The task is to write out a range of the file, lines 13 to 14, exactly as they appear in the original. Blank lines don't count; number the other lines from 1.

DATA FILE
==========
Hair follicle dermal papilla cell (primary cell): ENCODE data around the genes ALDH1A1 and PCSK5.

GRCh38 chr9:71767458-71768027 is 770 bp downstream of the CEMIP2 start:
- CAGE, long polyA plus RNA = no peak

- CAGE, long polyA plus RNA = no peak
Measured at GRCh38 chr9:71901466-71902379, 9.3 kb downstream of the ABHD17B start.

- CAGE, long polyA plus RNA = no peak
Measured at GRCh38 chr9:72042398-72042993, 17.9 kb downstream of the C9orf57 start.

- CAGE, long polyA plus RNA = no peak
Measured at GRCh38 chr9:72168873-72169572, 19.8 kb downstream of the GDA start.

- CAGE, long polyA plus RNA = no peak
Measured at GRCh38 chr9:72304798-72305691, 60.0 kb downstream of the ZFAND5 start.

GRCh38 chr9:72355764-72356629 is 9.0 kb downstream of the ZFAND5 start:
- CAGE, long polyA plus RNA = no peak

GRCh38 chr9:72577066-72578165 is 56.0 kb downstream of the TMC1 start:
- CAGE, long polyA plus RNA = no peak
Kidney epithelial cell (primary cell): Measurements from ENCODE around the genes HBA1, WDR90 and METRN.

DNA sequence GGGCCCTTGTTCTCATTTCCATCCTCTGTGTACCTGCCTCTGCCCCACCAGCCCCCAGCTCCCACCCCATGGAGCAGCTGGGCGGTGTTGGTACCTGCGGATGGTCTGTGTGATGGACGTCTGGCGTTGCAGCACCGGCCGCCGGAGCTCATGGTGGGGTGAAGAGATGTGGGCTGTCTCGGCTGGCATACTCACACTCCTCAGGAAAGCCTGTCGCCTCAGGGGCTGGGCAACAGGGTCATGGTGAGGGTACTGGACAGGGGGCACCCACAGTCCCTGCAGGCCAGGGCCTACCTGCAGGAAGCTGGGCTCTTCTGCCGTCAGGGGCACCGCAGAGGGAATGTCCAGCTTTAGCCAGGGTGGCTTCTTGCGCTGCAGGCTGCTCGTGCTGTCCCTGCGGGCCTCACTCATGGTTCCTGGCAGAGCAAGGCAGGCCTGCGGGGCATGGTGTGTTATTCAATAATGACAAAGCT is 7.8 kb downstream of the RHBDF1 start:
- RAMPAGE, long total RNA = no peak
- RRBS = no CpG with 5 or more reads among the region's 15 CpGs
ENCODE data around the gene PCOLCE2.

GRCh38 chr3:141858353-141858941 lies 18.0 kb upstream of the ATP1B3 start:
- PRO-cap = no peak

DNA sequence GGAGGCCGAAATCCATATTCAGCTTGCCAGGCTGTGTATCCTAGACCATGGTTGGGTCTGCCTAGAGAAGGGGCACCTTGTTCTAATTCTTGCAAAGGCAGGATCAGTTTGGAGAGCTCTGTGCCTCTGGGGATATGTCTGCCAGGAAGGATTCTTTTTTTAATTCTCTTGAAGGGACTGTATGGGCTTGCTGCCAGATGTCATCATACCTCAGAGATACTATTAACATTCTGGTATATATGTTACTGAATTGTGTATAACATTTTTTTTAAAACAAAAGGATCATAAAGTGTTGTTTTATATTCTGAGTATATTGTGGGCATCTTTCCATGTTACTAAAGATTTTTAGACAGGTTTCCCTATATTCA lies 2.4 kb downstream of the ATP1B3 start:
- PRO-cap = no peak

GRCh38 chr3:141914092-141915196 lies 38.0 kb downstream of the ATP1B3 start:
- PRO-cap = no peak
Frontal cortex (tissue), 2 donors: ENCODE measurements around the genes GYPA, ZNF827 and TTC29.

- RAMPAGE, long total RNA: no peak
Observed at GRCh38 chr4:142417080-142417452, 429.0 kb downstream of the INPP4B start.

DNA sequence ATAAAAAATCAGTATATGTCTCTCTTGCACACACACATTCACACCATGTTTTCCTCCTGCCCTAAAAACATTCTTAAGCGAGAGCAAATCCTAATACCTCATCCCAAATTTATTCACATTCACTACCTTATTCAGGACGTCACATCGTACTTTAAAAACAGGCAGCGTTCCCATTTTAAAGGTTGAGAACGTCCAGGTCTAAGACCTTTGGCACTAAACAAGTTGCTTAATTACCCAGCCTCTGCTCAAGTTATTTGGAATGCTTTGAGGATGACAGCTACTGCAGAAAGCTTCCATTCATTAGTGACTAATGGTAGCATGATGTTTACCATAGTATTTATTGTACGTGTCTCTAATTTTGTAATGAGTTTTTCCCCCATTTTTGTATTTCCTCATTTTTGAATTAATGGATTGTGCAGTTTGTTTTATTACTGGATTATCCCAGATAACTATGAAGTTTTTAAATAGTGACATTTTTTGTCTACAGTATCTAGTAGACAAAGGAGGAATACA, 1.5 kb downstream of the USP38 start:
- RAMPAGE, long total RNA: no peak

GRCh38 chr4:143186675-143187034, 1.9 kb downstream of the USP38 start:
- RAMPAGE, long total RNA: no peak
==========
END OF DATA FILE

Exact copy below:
- CAGE, long polyA plus RNA = no peak

GRCh38 chr9:72577066-72578165 is 56.0 kb downstream of the TMC1 start: